NCH Controversy Explained

At the March 7 NPC luncheon, the program focused on discussion by two local people involved in the recent controversy involving NCH hospital policies.

Newspapers typically have played an important role in their communities to hold people in authority accountable for their actions. So it seems that, according to Collier County Medical Society (CCMS) Executive Director April Donahue, and CCMS past president David Scott Madwar, M.D., the Naples Daily News was spot on in its coverage of the recent NCH controversy. By providing readers with the salient points of the issues, the coverage motivated public protest.

Moderator Tom Marquardt, Dr. David Scott Madwar, April Donahue

The independent physicians in our area who were to be affected by the changes proposed by CEO Dr. Allen Weiss protested, took out ads in the newspaper and made their positions known to the public. The central issue focused on a policy of vertical integration where one group of NCH hospitalists would have the responsibility to admit patients, essentially creating a monopoly in the Naples medical community.

Local patients and potential patients wanted to have the freedom to choose where they went for certain critical issues, like a heart attack or a stroke, and they wanted their own doctors to be in charge of their care, not hospitalists.

April Donahue and Tom Marquardt

Ms. Donahue pointed out that in 1957 CCMS had 10 members and today has grown to 600 members. The society opposed the NCH policy because its members felt the proposed changes would serve to inhibit doctors with certain specialties from moving to the area, thus limiting the quality of medical care in the area. Dr. Madwar noted that currently only one endocrinologist serves the local population.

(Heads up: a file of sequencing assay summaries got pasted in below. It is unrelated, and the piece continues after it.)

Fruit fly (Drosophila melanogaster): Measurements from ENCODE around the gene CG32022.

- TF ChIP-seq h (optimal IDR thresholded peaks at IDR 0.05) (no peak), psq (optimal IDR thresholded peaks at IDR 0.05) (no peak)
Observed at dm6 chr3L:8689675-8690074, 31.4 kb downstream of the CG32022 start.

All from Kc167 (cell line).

Standing: FGCU NPC Endowed Scholarship Recipient Mark Pierre, Scholarship Committee Chair Connie Kindsvater, Marqueeta Curtis-Haynes, Frank Cipolla. Seated: new NPC member Kaela Thompson, FGCU journalism student Daeja McKensie

Both speakers reiterated the importance of patients knowing their rights.

This series of events led to the resignation of Dr. Weiss, the appointment of an interim CEO, and the addition of two community representatives to the board of trustees. 

In the final analysis, the Greater Naples community wants and deserves quality health care. Thanks to the public response and to the media’s coverage, changes are being made.


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